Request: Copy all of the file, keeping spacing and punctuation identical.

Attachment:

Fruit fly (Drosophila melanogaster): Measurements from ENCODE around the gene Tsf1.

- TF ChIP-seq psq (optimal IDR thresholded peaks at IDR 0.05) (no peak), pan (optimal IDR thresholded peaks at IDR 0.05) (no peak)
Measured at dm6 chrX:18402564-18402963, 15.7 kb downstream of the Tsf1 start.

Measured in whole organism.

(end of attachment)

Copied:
Fruit fly (Drosophila melanogaster): Measurements from ENCODE around the gene Tsf1.

- TF ChIP-seq psq (optimal IDR thresholded peaks at IDR 0.05) (no peak), pan (optimal IDR thresholded peaks at IDR 0.05) (no peak)
Measured at dm6 chrX:18402564-18402963, 15.7 kb downstream of the Tsf1 start.

Measured in whole organism.